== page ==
Planning Minister Brad Hazzard

22 October 2013 — NSW planning reform is a step closer to being realised with the Planning Bill 2013 today [22 October] being introduced to parliament.

The move was welcomed by industry groups, including the Urban Development Institute of Australia and the Urban Taskforce.

“We’ve had our concerns about the amendments as there has been a lot of misinformation flying around about the impacts of the formerly proposed reforms,” UDIA NSW chief executive Stephen Albin said.

“But what it comes down to at the end of the day is that the community is satisfied and the industry that contributes more than $24.5 billion to the NSW economy each year doesn’t suffer.

“It’s also crucial that the State can adequately cater to a projected 9.2 million more people in NSW over the next 20 years through the delivery of much-needed infrastructure and housing.

“The introduction of the new Planning Act will certainly help streamline that.”

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Urban Taskforce chief executive Chris Johnson said the new planning bill could set the platform to ensure NSW’s future prosperity.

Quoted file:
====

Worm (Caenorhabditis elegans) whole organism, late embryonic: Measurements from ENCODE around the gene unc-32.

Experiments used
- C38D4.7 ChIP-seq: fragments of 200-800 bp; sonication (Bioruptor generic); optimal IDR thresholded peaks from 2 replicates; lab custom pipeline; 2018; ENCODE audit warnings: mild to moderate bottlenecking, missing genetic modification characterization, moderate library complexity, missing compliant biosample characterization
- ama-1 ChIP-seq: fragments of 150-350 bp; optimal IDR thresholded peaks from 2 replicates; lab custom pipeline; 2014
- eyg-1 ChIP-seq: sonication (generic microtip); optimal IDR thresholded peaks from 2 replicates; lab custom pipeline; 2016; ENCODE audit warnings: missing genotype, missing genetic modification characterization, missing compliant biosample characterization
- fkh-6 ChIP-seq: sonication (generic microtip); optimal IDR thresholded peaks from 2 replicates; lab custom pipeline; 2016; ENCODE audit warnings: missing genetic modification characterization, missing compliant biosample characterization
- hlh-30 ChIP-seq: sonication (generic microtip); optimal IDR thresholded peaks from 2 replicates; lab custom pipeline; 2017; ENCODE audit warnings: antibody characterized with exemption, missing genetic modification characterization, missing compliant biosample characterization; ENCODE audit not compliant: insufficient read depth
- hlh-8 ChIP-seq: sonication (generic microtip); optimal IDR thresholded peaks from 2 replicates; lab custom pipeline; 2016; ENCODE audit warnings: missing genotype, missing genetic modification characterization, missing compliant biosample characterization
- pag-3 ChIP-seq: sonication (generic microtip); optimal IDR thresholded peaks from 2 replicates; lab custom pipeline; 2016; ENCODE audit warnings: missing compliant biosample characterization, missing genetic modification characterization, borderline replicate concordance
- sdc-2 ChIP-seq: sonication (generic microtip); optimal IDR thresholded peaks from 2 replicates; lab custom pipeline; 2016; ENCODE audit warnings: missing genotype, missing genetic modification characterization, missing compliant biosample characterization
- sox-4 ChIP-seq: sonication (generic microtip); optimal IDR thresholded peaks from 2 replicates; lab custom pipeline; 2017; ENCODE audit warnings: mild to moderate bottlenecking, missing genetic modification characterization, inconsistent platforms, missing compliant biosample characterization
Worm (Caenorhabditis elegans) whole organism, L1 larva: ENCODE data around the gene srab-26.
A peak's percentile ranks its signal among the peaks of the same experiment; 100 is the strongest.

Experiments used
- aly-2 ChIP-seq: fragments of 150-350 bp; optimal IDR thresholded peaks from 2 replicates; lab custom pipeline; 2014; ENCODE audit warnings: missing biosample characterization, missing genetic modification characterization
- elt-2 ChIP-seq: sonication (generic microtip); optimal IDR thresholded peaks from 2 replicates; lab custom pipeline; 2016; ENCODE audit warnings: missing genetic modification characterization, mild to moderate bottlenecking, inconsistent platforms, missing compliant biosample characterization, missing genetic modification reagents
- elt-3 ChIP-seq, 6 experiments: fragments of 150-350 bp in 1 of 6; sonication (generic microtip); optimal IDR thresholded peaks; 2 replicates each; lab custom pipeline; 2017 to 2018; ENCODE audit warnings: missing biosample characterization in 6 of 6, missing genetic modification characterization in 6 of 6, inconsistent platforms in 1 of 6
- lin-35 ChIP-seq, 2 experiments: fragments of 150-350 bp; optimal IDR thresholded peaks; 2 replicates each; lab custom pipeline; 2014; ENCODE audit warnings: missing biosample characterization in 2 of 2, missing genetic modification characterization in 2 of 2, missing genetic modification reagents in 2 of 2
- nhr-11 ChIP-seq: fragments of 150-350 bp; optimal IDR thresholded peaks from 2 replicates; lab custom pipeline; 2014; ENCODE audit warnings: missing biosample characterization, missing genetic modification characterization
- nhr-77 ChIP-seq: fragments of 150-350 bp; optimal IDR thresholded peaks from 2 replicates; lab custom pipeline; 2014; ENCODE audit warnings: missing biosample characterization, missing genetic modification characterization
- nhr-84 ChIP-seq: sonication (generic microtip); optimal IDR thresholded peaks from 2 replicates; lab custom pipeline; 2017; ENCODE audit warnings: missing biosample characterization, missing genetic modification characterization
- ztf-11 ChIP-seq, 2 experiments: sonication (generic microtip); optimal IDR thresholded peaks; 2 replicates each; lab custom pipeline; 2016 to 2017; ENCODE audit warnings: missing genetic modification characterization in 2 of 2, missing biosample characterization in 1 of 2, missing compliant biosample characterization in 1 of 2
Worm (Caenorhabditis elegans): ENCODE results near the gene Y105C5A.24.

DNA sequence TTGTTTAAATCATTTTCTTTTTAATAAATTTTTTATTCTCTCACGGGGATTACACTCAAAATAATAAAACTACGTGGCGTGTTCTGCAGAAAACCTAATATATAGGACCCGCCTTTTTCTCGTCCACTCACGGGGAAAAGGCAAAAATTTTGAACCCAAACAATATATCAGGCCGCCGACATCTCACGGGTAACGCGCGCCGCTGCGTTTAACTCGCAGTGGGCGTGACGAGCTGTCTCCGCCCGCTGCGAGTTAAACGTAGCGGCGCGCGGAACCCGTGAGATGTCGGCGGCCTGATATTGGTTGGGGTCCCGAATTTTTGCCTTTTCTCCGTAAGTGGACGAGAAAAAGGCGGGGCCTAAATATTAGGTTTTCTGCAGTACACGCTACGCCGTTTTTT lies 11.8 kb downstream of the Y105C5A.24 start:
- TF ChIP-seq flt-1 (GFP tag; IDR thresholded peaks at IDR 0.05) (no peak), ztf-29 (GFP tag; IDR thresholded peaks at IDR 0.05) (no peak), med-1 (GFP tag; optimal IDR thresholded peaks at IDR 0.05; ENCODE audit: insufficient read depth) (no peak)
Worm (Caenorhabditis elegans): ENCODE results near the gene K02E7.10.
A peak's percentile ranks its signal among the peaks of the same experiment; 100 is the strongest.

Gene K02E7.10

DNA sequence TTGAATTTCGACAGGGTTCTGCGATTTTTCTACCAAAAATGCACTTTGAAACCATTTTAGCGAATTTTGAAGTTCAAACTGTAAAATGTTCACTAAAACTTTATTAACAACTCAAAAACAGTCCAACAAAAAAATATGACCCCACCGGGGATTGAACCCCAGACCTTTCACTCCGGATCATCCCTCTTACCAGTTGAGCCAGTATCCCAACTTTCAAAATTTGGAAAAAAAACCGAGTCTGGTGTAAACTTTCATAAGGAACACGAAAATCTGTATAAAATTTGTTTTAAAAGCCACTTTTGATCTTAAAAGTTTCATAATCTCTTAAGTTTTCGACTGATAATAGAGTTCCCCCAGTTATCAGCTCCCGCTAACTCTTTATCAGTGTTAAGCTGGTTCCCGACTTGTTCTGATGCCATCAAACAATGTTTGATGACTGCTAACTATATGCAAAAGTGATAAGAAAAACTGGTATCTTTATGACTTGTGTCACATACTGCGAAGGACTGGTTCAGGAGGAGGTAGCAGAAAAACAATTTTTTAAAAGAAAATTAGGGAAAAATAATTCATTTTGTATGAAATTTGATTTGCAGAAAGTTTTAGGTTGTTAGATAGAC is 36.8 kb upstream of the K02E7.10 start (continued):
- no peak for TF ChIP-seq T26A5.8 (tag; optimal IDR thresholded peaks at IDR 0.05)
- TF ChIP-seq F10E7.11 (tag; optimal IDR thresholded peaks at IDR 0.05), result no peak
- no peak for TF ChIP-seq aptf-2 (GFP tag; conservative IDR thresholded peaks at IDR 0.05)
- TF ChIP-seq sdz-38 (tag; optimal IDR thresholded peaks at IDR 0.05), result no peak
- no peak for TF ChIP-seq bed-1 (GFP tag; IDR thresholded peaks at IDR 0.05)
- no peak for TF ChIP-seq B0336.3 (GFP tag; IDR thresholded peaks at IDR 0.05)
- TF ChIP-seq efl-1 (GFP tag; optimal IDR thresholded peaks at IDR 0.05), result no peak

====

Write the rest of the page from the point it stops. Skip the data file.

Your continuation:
However, he was concerned with changes to the draft legislation made to appease community groups and some commentators vocally opposing the reforms.

“The most important feature is the incorporation of the ‘Code Assessable’ method of determining development proposals that is so popular in Queensland,” he said.

“The use of codes gives certainty to all parties so that communities understand what the potential for development is while the development industry understands what the community is happy with.

“The Urban Taskforce is disappointed that the Code Assessable and Complying Code approaches have been cut back to acknowledge the concerns of some in the community.”

The Better Planning Network, which comprises some 427 community groups, has vocally opposed the proposed reforms.

It has continually pushed for the bills to be withdrawn and rewritten.

Today, BPN convenor Corinne Fisher said of the revised bills: “The BPN has previously welcomed the decision not to enforce an 80 per cent level of code assessment and is pleased to see that some checks and balances will be applied to what the Independent Commission Against Corruption termed the ‘largely unfettered’ powers of the Minister.

“However, as always, the devil is in the detail and the BPN hopes that there will be ample time for the public to study the amended Planning Bills and to make comments.”

According to a BPN media release, the group has been excluded by NSW Planning Minister Brad Hazzard from a series of briefings on the revised planning bills.